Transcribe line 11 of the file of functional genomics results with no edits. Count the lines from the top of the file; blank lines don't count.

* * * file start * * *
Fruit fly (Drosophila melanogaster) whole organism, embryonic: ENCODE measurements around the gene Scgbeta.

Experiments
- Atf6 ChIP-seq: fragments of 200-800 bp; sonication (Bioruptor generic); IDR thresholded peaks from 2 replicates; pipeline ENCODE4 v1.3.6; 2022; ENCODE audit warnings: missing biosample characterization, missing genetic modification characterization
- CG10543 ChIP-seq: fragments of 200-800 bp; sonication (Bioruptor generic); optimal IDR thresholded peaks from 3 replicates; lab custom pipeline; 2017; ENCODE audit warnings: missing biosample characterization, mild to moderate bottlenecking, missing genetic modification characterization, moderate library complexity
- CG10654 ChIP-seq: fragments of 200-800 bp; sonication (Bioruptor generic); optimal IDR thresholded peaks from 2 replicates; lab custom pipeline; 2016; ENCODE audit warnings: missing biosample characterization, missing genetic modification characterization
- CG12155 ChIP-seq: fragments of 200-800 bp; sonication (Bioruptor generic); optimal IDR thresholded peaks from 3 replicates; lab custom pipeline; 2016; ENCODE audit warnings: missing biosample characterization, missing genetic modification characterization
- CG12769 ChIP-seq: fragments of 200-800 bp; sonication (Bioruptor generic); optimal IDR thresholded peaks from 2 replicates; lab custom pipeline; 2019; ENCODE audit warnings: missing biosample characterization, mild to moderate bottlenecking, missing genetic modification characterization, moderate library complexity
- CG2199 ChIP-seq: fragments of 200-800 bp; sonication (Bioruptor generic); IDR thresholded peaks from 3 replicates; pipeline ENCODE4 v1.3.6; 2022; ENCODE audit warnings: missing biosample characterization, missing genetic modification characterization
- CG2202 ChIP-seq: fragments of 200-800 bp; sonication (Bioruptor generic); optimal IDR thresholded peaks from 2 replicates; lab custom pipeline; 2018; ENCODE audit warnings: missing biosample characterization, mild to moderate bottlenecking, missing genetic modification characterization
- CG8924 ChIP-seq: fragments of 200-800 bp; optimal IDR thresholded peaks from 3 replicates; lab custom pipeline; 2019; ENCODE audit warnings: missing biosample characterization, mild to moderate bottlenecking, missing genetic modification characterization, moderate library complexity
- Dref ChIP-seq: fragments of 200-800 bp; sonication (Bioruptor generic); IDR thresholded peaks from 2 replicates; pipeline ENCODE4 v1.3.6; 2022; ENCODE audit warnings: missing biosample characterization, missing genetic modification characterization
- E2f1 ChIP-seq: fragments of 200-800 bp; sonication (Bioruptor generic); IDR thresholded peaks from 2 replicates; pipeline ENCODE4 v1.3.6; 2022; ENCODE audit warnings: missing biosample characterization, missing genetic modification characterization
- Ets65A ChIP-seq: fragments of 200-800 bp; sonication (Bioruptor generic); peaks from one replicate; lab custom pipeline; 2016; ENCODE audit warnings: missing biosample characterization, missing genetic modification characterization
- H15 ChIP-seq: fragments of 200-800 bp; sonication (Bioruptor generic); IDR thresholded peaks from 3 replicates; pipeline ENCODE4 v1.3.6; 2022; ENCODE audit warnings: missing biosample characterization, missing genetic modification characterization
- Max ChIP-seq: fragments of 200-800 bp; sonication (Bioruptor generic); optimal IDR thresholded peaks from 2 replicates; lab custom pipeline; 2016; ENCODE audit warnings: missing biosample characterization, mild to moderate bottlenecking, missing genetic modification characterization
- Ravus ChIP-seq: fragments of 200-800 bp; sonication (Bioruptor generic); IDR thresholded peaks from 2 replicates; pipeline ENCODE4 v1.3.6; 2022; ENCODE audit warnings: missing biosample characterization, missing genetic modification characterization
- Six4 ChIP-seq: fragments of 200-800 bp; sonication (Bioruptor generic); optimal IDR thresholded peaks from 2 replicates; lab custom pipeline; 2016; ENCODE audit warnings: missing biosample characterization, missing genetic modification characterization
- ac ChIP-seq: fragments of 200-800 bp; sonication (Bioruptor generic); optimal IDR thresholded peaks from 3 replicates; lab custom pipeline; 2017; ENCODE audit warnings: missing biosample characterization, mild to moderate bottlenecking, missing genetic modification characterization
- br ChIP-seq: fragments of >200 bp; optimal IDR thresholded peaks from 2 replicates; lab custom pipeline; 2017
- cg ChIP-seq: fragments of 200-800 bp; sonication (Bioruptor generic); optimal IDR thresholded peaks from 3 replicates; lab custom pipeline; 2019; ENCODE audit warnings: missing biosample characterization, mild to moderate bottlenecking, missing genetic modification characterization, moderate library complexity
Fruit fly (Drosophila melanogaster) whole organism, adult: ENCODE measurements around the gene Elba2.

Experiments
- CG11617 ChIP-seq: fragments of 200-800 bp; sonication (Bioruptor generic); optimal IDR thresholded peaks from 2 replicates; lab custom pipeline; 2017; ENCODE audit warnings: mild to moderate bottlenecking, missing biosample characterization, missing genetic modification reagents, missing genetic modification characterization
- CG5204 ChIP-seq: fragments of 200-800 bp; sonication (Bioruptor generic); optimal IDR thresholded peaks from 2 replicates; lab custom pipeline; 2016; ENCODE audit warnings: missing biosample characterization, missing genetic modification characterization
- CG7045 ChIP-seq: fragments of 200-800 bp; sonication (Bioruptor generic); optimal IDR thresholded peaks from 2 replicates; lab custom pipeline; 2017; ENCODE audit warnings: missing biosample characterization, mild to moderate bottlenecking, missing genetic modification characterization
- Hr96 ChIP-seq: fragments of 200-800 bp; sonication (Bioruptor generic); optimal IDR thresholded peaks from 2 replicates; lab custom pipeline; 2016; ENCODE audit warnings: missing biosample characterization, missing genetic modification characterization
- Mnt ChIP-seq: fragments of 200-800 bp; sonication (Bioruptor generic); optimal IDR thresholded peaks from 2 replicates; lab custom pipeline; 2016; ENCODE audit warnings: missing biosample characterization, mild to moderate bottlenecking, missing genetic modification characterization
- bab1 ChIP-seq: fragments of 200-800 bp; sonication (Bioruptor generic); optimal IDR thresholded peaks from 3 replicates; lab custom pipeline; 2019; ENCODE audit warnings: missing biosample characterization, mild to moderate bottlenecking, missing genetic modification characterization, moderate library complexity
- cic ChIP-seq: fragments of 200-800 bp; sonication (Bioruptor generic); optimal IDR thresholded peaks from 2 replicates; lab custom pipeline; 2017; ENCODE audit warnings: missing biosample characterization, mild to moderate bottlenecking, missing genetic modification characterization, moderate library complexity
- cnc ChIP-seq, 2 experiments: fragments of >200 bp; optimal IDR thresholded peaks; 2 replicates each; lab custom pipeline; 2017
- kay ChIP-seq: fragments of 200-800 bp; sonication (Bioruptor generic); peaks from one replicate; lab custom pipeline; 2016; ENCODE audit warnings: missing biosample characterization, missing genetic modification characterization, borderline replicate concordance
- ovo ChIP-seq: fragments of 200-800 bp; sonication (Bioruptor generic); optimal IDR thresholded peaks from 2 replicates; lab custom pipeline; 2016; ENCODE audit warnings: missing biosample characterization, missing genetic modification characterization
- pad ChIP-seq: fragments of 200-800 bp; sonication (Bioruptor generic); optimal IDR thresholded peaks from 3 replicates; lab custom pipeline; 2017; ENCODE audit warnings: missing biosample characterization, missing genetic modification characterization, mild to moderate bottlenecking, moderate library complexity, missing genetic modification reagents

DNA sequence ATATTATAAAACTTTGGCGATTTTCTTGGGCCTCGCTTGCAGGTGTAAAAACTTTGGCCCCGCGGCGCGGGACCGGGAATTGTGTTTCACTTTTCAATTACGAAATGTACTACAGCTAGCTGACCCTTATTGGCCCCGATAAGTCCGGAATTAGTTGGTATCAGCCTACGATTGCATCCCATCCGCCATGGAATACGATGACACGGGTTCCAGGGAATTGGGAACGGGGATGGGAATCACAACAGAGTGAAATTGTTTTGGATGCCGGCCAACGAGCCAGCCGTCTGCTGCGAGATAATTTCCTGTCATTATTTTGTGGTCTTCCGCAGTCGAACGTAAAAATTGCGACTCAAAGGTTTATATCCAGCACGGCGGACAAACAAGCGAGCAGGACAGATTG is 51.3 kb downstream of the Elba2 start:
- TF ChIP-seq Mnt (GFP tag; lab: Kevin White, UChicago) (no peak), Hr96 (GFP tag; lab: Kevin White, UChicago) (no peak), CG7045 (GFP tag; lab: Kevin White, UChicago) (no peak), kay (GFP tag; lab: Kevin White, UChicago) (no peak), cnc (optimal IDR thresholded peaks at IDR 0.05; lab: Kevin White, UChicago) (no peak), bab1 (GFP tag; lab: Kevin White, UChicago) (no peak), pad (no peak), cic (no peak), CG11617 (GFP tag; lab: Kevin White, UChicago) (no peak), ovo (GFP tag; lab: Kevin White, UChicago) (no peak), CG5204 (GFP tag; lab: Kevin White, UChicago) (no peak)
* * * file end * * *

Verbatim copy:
- Dref ChIP-seq: fragments of 200-800 bp; sonication (Bioruptor generic); IDR thresholded peaks from 2 replicates; pipeline ENCODE4 v1.3.6; 2022; ENCODE audit warnings: missing biosample characterization, missing genetic modification characterization